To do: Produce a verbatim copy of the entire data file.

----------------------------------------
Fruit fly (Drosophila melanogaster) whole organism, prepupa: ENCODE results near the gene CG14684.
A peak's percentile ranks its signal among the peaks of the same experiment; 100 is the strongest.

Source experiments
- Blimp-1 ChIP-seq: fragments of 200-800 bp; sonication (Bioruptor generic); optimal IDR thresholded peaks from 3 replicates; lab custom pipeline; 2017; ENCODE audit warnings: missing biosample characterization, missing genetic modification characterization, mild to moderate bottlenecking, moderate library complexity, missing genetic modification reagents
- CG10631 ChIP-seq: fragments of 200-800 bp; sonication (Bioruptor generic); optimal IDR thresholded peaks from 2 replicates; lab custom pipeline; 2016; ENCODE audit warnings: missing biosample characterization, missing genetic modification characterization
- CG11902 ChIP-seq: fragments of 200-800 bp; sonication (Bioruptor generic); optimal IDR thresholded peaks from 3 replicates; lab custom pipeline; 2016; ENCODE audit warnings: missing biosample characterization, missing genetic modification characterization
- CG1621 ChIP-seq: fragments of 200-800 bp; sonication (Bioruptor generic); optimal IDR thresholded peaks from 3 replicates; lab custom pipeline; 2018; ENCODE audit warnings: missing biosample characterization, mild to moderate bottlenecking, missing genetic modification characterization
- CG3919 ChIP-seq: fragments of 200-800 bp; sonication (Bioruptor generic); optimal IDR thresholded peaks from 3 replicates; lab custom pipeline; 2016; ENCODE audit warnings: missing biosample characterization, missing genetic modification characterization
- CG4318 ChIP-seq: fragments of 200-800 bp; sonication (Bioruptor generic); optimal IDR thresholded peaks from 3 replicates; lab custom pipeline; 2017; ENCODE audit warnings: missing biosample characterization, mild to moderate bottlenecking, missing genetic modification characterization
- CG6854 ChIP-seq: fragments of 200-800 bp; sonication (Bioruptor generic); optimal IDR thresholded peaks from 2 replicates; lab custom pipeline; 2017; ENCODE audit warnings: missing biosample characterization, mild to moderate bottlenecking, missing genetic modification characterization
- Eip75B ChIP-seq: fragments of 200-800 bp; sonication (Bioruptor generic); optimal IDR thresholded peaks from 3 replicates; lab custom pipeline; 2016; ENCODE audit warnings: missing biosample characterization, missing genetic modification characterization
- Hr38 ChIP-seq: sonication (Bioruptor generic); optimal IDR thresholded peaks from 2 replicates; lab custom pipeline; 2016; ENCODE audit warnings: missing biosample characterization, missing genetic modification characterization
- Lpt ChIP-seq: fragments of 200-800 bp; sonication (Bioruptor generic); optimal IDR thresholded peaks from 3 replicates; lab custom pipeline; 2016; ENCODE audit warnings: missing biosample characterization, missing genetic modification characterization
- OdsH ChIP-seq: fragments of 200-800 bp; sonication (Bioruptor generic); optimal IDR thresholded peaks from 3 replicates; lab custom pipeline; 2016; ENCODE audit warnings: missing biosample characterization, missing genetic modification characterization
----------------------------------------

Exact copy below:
Fruit fly (Drosophila melanogaster) whole organism, prepupa: ENCODE results near the gene CG14684.
A peak's percentile ranks its signal among the peaks of the same experiment; 100 is the strongest.

Source experiments
- Blimp-1 ChIP-seq: fragments of 200-800 bp; sonication (Bioruptor generic); optimal IDR thresholded peaks from 3 replicates; lab custom pipeline; 2017; ENCODE audit warnings: missing biosample characterization, missing genetic modification characterization, mild to moderate bottlenecking, moderate library complexity, missing genetic modification reagents
- CG10631 ChIP-seq: fragments of 200-800 bp; sonication (Bioruptor generic); optimal IDR thresholded peaks from 2 replicates; lab custom pipeline; 2016; ENCODE audit warnings: missing biosample characterization, missing genetic modification characterization
- CG11902 ChIP-seq: fragments of 200-800 bp; sonication (Bioruptor generic); optimal IDR thresholded peaks from 3 replicates; lab custom pipeline; 2016; ENCODE audit warnings: missing biosample characterization, missing genetic modification characterization
- CG1621 ChIP-seq: fragments of 200-800 bp; sonication (Bioruptor generic); optimal IDR thresholded peaks from 3 replicates; lab custom pipeline; 2018; ENCODE audit warnings: missing biosample characterization, mild to moderate bottlenecking, missing genetic modification characterization
- CG3919 ChIP-seq: fragments of 200-800 bp; sonication (Bioruptor generic); optimal IDR thresholded peaks from 3 replicates; lab custom pipeline; 2016; ENCODE audit warnings: missing biosample characterization, missing genetic modification characterization
- CG4318 ChIP-seq: fragments of 200-800 bp; sonication (Bioruptor generic); optimal IDR thresholded peaks from 3 replicates; lab custom pipeline; 2017; ENCODE audit warnings: missing biosample characterization, mild to moderate bottlenecking, missing genetic modification characterization
- CG6854 ChIP-seq: fragments of 200-800 bp; sonication (Bioruptor generic); optimal IDR thresholded peaks from 2 replicates; lab custom pipeline; 2017; ENCODE audit warnings: missing biosample characterization, mild to moderate bottlenecking, missing genetic modification characterization
- Eip75B ChIP-seq: fragments of 200-800 bp; sonication (Bioruptor generic); optimal IDR thresholded peaks from 3 replicates; lab custom pipeline; 2016; ENCODE audit warnings: missing biosample characterization, missing genetic modification characterization
- Hr38 ChIP-seq: sonication (Bioruptor generic); optimal IDR thresholded peaks from 2 replicates; lab custom pipeline; 2016; ENCODE audit warnings: missing biosample characterization, missing genetic modification characterization
- Lpt ChIP-seq: fragments of 200-800 bp; sonication (Bioruptor generic); optimal IDR thresholded peaks from 3 replicates; lab custom pipeline; 2016; ENCODE audit warnings: missing biosample characterization, missing genetic modification characterization
- OdsH ChIP-seq: fragments of 200-800 bp; sonication (Bioruptor generic); optimal IDR thresholded peaks from 3 replicates; lab custom pipeline; 2016; ENCODE audit warnings: missing biosample characterization, missing genetic modification characterization